16.1 run-time Out of memory allocating x byte device memory

Hi, there,

My code runs with version 15.10.
After updated to version 16.1, my code frequently stopped with message like:

Out of memory allocating 13421760 bytes of device memory
total/free CUDA memory: 2147155968/13303808
Present table dump for device[1]: NVIDIA Tesla GPU 0, compute capability 2.1
host:0xfed2360 device:0x2031a0000 size:13421760 presentcount:1+0 line:164 name:rublten_edge
host:0x7f6be80bfe80 device:0x202020000 size:13421760 presentcount:1+0 line:164 name:mass_edge
host:0x7ffcc849e4b0 device:0x201f20a00 size:96 presentcount:1+0 line:164 name:descriptor
host:0x7ffcc849ee50 device:0x201f20000 size:96 presentcount:1+0 line:164 name:descriptor
call to cuMemAlloc returned error 2: Out of memory

At first I am thinking this is a problem with GPU memory not cleared after previous failure. Then I am thinking it could be related to GPU and CPU bindings, as I have 6 GPU cards, and running 12 MPI talks.

Appreciate your help,



Hi Wei,

Do you know how much GPU memory each MPI process should use?
Can you reduce the problem size to see if using less memory works?
How are you binding MPI process to each GPU?
Does the error still occur after a system reboot?
Are there other processes running on the GPUs at the same time?
How do you allocate device memory? Using OpenACC data regions, CUDA C, CUDA Fortran, a combination?

Since it works with 15.10, it could be a compiler problem as well. If you can send us a reproducing example, that would be great and I can investigate, but if not, then sending me (trs@pgroup.com) the output logs from setting the environment variable “PGI_ACC_DEBUG” from both the 15.10 and 16.1 built binaries. I may be able to tell what’s wrong but at least it might tell us if there is a problem.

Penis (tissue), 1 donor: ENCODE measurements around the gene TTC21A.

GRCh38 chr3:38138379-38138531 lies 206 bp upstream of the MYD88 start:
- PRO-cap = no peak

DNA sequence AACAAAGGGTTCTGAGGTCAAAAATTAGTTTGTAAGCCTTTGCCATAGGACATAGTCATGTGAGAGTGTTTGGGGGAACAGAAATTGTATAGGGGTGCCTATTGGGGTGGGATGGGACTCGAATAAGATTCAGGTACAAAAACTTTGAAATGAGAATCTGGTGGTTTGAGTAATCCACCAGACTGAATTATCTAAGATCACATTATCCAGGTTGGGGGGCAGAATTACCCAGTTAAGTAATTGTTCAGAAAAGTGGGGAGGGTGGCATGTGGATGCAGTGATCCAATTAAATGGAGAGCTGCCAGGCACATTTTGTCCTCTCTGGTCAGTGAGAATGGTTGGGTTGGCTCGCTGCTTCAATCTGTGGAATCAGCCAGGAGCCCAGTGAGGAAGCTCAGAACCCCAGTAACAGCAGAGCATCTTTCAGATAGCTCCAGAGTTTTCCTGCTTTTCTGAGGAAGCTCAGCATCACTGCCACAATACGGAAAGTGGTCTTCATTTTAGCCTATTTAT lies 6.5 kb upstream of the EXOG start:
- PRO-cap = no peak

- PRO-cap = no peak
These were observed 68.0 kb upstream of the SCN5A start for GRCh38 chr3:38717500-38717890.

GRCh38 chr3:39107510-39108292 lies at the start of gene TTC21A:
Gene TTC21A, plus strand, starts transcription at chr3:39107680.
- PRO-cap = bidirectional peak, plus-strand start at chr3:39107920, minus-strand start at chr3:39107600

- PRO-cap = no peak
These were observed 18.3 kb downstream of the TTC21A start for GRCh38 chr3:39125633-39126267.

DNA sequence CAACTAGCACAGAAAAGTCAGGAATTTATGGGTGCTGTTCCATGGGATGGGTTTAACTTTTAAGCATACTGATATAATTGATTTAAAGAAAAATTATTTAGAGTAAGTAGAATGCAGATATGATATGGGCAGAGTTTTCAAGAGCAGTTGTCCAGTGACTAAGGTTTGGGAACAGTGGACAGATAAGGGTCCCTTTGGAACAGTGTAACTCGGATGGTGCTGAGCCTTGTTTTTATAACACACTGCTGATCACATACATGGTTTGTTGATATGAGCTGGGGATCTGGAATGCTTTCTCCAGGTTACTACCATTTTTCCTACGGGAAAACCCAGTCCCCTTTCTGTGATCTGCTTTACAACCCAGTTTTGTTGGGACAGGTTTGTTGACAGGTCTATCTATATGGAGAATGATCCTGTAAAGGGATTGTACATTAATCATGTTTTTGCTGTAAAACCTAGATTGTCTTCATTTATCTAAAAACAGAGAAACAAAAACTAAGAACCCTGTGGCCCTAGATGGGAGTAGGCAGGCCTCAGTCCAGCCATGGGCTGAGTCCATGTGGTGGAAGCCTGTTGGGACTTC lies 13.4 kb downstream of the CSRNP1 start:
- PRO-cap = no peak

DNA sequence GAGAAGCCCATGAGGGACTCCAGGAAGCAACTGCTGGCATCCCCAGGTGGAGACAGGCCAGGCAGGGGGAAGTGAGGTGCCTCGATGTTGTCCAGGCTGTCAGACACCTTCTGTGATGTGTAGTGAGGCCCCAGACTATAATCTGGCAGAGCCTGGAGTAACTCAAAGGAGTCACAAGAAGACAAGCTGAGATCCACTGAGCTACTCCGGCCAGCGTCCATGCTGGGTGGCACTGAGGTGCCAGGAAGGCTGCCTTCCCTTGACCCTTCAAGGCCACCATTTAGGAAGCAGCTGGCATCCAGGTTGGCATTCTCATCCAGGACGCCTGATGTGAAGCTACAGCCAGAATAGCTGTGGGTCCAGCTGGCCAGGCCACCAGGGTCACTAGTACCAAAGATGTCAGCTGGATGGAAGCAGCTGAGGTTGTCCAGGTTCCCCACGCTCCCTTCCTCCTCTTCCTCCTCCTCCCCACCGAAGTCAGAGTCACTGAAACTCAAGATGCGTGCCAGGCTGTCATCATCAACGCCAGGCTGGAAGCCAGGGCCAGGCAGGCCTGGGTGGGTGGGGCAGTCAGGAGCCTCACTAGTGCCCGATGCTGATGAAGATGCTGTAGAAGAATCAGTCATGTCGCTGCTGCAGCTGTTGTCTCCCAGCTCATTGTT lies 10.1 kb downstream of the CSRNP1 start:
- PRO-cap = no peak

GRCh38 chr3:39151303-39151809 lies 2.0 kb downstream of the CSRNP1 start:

• Mat

Hello, Mat,

Here is the source code:
!$acc data copyin(rublten_Edge(1:nVertLevels, 1:nEdgesSolve)), &
!$acc copyin(mass_edge(1:nVertLevels, 1:nEdgesSolve)), &
!$acc copy(tend_u(1:nVertLevels, 1:nEdgesSolve))
!$acc kernels loop gang vector collapse(2) independent
do i = 1, nEdgesSolve
do k = 1, nVertLevels
!$acc end kernels
!$acc end data

So for this loop, the parameters are:

nCells = 163842
nEdges = 491520
nVertices = 327680
nVertLevelsP1 = 42
nVertLevels = 41

Where NEdgesSolve is less than nEdges.

So the Memory need is less than: 491520428*3 = 473M.

There is a way to reduce the problem size (but will take quite some time).

I did not bind MPI process to GPU, and I’d like to know how (as I have googled, but have not find anything useful yet).

I did not try system reboot, as I am not the sys-admin, and there are quite
few people are using this system (for different projects).

I do not think there are other processes are using GPU, as there are no
visualization job going on, and I am the only one using GPU (for computing).

As you can see above, I use OpenACC.

It is hard to get a simple reproducible example.
But if you are willing to check the whole code, I have no problem to
share the whole code (and data with you).



But if you are willing to check the whole code, I have no problem to
share the whole code (and data with you).

That works for me. Please either send the code or instructions on how to get the code to trs@pgroup.com and ask them to forward it to me.

Also, please include instruction on how to build and run the code, as well as include any needed data sets.



I will set the source code and data set as instructed.



Quote from Mat:

My best guess as to the problem is that all 12 MPI processes are using the same GPU. If you don’t explicitly set the device, the default device (typically device 0) is used.

I have some boilerplate code that you’re welcome to use that sets MPI process to GPUs. See the code in the section titled “Step 1” from my article “5x in 5 hours” article: http://www.pgroup.com/lit/articles/insider/v4n1a3.htm

I checked Mat’s paper, and used his code to bind the GPU/CPU which solved my problem. And it also confirmed Mat’s guess, which my code (before change) had all MPI processes using device 0.

Thank you Mat!